Thanks to functional brain imaging (functional MRI) and other neurological technologies, I can perform awake craniotomies on patients whose tumors were previously thought to be inoperable.

A functional MRI scan is especially important because it identifies functional areas of the brain that are impacted by the tumors. Over the past couple of years, neuronavigation and new types of anesthesia have also made the procedure safer and easier to conduct. The most reassuring aspect that relieves my patients is when I tell them that they will not feel pain when they are either awake or sedated during an awake craniotomy.

For further information about awake craniotomy, read my full press release here: or learn about other procedures I perform by reading my blog.


Thanks for reading,

Ramin Rak

My Second Awake Craniotomy

Good afternoon and welcome back to my blog.

My name is Ramin Rak, I am a neurosurgeon with Neurological Surgery, P.C. in New York and one of my specialties is performing awake craniotomies.

In July of 2010, I received media attention after completing the first awake craniotomy that had ever been performed at the North Shore-LIJ Huntington Hospital.

The procedure was notable for me because it was only my second awake craniotomy.

The need for the procedure was uncovered after 23-year-old Boris Arrazia experienced a seizure while driving his car. Arrazia’s passenger was able to navigate the car to the side of the road and put it in park, and a passerby performed CPR and then called for help.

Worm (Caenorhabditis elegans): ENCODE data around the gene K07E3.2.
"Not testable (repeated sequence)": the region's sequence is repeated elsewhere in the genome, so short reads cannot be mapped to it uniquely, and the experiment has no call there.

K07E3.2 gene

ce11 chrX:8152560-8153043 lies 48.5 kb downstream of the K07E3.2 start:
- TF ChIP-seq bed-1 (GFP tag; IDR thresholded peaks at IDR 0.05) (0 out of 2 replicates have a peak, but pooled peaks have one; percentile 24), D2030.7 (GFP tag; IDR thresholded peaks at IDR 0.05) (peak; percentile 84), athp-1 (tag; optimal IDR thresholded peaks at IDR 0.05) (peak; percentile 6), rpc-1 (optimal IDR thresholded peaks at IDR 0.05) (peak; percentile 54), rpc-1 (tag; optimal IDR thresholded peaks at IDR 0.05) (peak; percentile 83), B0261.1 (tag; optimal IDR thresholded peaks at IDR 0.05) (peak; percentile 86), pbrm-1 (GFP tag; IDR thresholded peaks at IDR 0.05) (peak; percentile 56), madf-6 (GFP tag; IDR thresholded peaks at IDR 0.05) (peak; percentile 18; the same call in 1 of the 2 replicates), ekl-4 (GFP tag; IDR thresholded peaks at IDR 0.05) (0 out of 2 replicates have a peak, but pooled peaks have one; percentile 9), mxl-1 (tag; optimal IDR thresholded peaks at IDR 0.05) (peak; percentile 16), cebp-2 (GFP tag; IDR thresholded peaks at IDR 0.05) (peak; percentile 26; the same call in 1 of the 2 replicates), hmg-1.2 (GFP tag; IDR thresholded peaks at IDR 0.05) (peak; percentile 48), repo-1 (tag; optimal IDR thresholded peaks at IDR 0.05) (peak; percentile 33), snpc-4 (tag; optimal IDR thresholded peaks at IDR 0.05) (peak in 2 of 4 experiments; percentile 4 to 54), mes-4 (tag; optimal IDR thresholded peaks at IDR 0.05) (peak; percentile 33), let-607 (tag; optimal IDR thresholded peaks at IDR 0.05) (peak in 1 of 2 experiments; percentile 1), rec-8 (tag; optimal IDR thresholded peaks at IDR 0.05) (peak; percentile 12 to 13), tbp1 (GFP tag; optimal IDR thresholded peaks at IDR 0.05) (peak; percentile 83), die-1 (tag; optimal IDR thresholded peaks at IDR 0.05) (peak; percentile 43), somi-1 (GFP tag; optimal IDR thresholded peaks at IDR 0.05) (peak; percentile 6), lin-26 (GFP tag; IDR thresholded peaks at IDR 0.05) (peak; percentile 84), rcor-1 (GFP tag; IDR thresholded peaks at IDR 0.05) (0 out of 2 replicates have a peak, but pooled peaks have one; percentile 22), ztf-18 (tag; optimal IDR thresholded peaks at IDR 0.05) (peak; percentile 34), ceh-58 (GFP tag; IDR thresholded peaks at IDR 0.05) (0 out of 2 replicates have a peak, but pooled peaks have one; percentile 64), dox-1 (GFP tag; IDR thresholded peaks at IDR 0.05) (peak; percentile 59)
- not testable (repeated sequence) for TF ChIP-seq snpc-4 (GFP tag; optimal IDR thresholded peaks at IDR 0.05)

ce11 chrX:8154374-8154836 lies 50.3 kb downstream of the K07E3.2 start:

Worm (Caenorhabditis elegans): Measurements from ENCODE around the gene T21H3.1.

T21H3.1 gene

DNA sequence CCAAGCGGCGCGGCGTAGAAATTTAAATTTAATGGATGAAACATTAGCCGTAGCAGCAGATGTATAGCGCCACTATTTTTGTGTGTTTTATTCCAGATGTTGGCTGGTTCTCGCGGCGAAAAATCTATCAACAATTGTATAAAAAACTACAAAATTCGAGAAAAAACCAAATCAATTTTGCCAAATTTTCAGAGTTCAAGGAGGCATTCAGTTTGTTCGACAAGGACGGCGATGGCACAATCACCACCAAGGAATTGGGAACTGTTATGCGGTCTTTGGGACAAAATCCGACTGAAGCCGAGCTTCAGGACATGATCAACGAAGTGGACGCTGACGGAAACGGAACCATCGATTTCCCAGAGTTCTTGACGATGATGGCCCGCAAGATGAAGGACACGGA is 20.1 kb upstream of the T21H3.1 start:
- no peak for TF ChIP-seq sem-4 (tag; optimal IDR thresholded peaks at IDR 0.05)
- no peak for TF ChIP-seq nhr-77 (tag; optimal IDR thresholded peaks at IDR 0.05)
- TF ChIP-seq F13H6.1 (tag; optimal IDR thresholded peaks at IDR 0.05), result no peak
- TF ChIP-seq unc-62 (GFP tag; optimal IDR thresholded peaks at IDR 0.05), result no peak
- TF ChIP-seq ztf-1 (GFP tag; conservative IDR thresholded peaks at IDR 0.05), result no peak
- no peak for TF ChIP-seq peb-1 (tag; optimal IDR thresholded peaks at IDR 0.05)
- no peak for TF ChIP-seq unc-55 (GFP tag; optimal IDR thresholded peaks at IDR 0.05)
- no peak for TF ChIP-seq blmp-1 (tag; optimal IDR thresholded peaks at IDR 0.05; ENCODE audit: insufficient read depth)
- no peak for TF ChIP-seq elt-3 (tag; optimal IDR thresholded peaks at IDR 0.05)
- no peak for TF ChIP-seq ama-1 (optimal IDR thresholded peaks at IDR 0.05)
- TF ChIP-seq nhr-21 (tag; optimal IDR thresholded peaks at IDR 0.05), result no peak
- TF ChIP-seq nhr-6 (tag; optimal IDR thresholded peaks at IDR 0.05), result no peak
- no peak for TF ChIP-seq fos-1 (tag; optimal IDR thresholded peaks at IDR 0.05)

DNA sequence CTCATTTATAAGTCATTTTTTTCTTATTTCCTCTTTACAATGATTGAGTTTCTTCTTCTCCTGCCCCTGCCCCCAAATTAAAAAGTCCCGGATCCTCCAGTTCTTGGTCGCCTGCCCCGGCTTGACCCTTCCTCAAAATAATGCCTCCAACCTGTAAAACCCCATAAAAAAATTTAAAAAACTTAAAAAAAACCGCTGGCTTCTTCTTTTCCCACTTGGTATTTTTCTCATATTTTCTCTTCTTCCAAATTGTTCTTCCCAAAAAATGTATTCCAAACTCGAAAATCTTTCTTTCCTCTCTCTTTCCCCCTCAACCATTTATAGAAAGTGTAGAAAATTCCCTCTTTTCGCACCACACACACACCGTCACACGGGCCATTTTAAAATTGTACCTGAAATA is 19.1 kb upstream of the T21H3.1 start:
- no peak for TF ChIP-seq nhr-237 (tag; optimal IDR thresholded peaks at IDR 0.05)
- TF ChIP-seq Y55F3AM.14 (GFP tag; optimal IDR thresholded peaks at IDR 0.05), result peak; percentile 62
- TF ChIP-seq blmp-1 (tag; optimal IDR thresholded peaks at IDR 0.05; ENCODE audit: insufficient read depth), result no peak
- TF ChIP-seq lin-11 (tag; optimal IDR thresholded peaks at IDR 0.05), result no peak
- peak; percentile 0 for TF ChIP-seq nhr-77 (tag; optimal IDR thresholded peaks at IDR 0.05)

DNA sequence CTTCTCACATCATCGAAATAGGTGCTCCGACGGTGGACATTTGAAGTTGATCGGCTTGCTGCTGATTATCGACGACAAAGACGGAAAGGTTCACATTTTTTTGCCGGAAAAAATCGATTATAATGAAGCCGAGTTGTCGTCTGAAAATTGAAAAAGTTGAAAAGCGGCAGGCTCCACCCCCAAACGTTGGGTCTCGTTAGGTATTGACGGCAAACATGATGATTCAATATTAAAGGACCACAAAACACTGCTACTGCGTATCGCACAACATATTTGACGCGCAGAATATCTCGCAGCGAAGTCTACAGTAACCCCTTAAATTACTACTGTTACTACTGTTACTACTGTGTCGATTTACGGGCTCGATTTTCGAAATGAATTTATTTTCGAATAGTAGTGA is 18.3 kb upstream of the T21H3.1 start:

Arrazia was brought to Huntington Hospital where doctors uncovered the cause of the stroke: a tumor located in the temporal lobe of his brain.

Due to the tumor’s unusual location, the tumor did not show up when using advanced imaging techniques. Because the tumor was right on his speech area, there was no way to map and understand how we are going to control the reception of the brain without the patient being awake. By performing an awake craniotomy, my team was able to make sure we did not damage areas of the brain dealing with speech during surgery by asking Arrazia to repeat phrases or describe pictures. Arrazia recounts:

“I was nervous when Ramin Rak first told me the diagnosis, but happy to hear that the tumor was operable,” Arriaza said. “Ramin Rak told me that I would be conscious for the surgery, and that it might be uncomfortable and possibly a little painful. During the surgery, they showed me pictures and asked me to name the objects [like] a horse [or] a table.”

Though there are a lot of risks associated with awake craniotomies, including serious bleeding, there were no complications seen while removing Arrazia’s tumor. Four days later, he walked out of the hospital and reunited with his family.

Learn more about this particular awake craniotomy by taking a look at the media coverage this procedure received:


If you are interested in learning more about how I perform awake craniotomies, visit my Quora profile.

Thank you for reading,

Ramin Rak

Ramin Rak awake craniotomy

Boris Arrazia thanks Ramin Rak following completion of the awake craniotomy.